Sunday, June 8, 2008

Good cookbooks for beginner gori wives and other faux desi-chefs

So gori marries Pakistani ... there are a lot of online resources for her to use for recipes. But she doesn't have the desi cooking basics down to execute the online recipes because the sites are generally meant for people who grew up with desi cooking and typically know how to achieve a perfect pot of basmati rice, have an idea of where to begin with caramelizing onions, and understand what garam masala is.

What do you do if you don't know all of this stuff? Where do you even start? I learned from a few cookbooks that I highly recommend:

1. Julie Sahni's Classic Indian Cooking

This book will teach you all of the basics. Sahni tells you the secrets of achieving separated kernals of fluffy, aromatic basmati rice. She explains how to properly caramelize onions, an essential technique in North Indian-Pakistani cooking. She tells you the ins and outs of South Asian vegetables, and offers good substitutions and tips for preparing these in the North American context. She also lets you know which recipes freeze well. This book will arm you with great basic recipes. However, for those looking to cook authentic North Indian Muslim / Pakistani dishes, Sahni does not offer useful recipes. Sahni's "Mughlai" recipes (recipes brought to India by the Muslim invasions and refined in India) are what would be served at Punjabi / Mughlai restaurants ... you've had this cuisine at your local Star of India or India Palace. The recipes are tasty. But these dishes with cream and almonds and so forth are not what your desi Muslim in-laws eat at home. Once you have mastered the basics, know how to "bhuna the pyaaz," how to get tamarind water from the dried clumps in the package, know how to make a "baghaar" or "tarka" from Sahni's book, you can get your authentic Indian Muslim / Pakistani recipes online or from a Pakistani cookbook. See some of the sites in my side bar. However, the veg, daal and snack dishes eaten by North Indians like Sahni and eaten by Pakistanis from a Hindustani or Punjabi background will be similar, so you can use all of those recipes to impress.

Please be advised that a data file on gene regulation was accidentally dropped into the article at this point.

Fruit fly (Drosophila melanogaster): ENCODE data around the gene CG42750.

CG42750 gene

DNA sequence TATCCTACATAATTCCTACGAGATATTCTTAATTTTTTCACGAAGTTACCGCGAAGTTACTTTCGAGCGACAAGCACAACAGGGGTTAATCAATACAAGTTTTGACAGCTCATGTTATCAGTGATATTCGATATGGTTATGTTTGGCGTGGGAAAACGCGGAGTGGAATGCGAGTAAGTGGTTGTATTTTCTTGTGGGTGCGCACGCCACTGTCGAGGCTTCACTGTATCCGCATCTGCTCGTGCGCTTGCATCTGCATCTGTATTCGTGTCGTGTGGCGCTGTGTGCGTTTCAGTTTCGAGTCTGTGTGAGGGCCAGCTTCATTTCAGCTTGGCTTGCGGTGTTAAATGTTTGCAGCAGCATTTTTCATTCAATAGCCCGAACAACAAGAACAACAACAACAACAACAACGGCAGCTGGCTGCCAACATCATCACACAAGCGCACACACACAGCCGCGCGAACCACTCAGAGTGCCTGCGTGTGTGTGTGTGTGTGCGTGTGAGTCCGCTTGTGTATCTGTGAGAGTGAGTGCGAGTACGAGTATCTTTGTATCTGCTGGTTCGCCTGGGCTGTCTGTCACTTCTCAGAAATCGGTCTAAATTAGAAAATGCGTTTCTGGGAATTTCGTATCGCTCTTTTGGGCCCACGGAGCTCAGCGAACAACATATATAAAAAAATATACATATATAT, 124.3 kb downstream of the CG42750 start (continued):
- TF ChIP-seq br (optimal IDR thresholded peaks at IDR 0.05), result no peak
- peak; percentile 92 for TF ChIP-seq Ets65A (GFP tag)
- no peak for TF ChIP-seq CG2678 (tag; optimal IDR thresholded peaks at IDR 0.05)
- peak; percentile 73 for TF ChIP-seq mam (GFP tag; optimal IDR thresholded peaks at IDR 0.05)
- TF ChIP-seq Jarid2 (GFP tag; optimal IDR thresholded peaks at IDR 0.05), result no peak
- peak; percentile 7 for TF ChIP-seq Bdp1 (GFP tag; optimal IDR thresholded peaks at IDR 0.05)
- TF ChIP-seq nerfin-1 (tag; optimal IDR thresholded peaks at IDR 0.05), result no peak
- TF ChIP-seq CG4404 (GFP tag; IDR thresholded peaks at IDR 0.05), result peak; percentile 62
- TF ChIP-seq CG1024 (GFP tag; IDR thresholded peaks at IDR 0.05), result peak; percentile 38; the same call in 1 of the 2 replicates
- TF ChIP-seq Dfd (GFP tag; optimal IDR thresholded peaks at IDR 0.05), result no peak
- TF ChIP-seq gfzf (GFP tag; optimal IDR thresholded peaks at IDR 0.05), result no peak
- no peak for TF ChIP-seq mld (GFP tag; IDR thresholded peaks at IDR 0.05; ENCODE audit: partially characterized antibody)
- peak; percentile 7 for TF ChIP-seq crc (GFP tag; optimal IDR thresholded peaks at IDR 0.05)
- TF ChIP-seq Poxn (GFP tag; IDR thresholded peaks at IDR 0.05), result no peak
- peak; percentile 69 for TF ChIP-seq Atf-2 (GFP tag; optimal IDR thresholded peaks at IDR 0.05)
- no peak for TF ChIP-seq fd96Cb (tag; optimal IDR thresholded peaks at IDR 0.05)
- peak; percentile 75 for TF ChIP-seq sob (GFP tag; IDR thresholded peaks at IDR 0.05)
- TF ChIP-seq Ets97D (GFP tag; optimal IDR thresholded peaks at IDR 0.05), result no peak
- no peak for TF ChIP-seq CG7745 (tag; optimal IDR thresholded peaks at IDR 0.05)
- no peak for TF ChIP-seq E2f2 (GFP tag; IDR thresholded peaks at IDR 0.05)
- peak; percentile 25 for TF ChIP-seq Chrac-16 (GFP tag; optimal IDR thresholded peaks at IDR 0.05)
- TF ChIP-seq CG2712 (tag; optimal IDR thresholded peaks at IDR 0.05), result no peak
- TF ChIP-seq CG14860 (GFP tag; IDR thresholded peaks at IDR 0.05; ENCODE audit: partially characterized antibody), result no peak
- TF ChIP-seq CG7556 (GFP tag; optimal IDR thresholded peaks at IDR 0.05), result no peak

2. Madhur Jaffrey's An Invitation to Indian Cooking

This book is a classic must-have. Madhur Jaffrey moved to the US not knowing where to begin with the replication of the foods of her childhood home. She documents the knowledge she gained on her home cookery learning journey in this book. Though Jaffrey is from an Indian Hindu Delhi family, the recipes in this book are basically the exact cuisine that my husband, a Pakistani "Urdu speaking" origin guy grew up with. Jaffrey's tips for the North American cooking environment are useful, and the recipes are punctuated pre-emptive "dos and don'ts" to assist you in avoiding screw ups. Actually, I love all of Madhur Jaffrey's cookbooks, and her A Taste of India (see below) and the classic Far Eastern Cookery (not South Asian so I didn't review it here, but great for East Asian food lovers) are both practically falling apart since I have used them so much.

3. Madhur Jaffrey's A Taste of India

In the blog post Gori Cooks Desi: My Notes for the Gori , I describe the importance of understanding that desi food is very regional. In this book, you get a real sense of the regionality of Indian cooking. You come to understand which region is famous for certain vegetables, which region's cooks are heavier handed with specific seasonings, and so forth. The book has a U.P. as well was Punjab / Dehli section, which has recipes that cross over to Pakistani cooking. There are also Hyderbadi Muslim recipes in the Hyderbad / Andhra section. I emphasize knowing your husband's family background and the foods associated with that background. At the same time, I love a lot of different South Asian foods, and this book helped me get to know them.

4. Vicky Bhogal's Cooking Like Mummyji

Vicky Bhogal is a British Indian who learned to cook the Sikh Panjabi food of her dear old mummyji. She shares mummyji's recipes and tips in this excellent, easy book. The food of the Punjabi Sikhs is basically the same as general Pakistani fare, plus the constraints of cooking desi in the British context parallel those of the North American context, so you get a lot of useful short cuts and tips as well. The desi names of foods have some "Indianisms" so you may wonder why Bhogal calls sabzi "sabji" ... don't worry about all of that. The recipes are the same as what your typical diasporic Pakistanis are using, even though the pronunciation of certain terms is different.

My own tips for the gori:

Once you have the basics down, you can use and adapt the recipes you see on Pakistani websites online, as well as Shan Masala recipes. None of the books I mention contain beef nehari or haleem recipes, or other specialties of North Indian Muslims or Pakistanis, or Pakistani regional specialties like chappli kebab, Lahori fish fry, Lahori chargha, etc. But you will get all of the bare bone basics, from chappati making to making and storing your own garlic-ginger paste, from the books above. Then haleem and nehari making and all the rest will seem like a cinch.

1 comment:

Maryam said...

Great post even for a desi!:-) I'm not a pro at all at cooking desi food but I've become a lot better since I've got married. I do miss some english books so I'll try out these :-) it's nice to Have pakistanis around you to be able to ask them... But it's also among some pakistanis a HUGE embarrasement for you if you ask questions related to the basic... I.e. You ask a desi when you are a desi yourself...

It gets really awkward at times! So it's nice to have books that don't make you uncomfortable...